Finding solar imports from China and Taiwan were being sold too cheaply on the U.S. market, the Commerce Department has imposed a new round of duties, more than doubling for some Chinese products while Taiwanese producers face having to pay an extra 44 percent, Reuters reports.
The proposed Environmental Protection Agency rule limiting carbon emissions from power plants includes an incentive for development of regional systems for carbon trading, and top air regulators from Western states held a closed-door meeting last week to discuss the idea, Bloomberg reports.
A district court has rejected a ban on fracking imposed by the city of Longmont, in a ruling celebrated by the Colorado Oil and Gas Association, but a coalition of environmental groups says it will appeal, E&E reports.
Pemex said it lost more than $4 billion in the second quarter on higher costs and taxes, despite an increase in revenue, Reuters reports, noting that the Mexican state-run oil company anticipates 2014 will see its lowest output in more than 20 years.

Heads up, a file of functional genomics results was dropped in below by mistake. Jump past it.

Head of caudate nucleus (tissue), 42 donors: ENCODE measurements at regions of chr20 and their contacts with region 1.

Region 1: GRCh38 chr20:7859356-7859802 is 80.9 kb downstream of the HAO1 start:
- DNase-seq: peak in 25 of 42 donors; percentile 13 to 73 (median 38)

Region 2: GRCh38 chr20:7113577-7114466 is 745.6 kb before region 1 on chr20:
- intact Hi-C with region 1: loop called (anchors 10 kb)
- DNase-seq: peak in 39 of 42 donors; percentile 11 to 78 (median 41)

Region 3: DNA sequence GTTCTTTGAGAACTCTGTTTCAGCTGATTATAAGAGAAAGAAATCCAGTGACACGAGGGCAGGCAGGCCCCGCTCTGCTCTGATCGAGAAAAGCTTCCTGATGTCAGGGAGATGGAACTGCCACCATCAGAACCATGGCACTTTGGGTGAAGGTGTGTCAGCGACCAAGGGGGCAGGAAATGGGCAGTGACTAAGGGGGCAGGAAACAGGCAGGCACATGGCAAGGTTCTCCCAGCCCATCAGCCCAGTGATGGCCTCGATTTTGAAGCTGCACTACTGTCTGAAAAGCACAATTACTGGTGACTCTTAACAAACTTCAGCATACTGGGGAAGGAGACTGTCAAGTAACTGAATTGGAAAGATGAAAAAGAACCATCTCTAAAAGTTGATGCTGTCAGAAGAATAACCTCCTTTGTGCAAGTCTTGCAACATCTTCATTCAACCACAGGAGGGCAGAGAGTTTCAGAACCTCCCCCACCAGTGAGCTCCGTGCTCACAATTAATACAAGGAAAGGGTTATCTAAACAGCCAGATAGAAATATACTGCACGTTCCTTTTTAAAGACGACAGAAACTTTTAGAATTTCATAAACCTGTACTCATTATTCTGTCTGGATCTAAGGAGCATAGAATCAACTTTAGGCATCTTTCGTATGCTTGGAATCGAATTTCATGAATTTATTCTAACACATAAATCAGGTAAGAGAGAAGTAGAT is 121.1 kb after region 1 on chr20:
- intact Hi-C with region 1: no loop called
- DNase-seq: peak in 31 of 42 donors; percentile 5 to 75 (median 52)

Representatives from the Forest Service and the Bureau of Land Management were not invited to a House Natural Resources Subcommittee hearing Thursday where complaints were aired about their “bullying” tactics across the West, most recently in New Mexico, where ranchers charge their water rights are being violated by moves to erect fences to protect the habitat of the meadow jumping mouse, E&E reports.
At the current rate of work, it would take 30 years to repair and replace utilities’ aging natural gas pipelines around the country, but compressing that to 10 years would create more than 300,000 jobs and slash methane emissions, according to a report from the BlueGreen Alliance, FuelFix reports.
The U.S. produced more than 149 million gallons of biomass-based diesel in June, up more than 4 million from May, and the six month level was more than 70 million higher compared to last year, according to Environmental Protection Agency data, although average monthly production was down following the expiration of a tax credit at the end of December, Platts reports.
Ontario-based Algonquin Power & Utilities, following a rejection of its bids for Gas Natural, has written to the board warning that it will present its case to the company’s shareholders, Gannett’s Great Falls Tribune reports.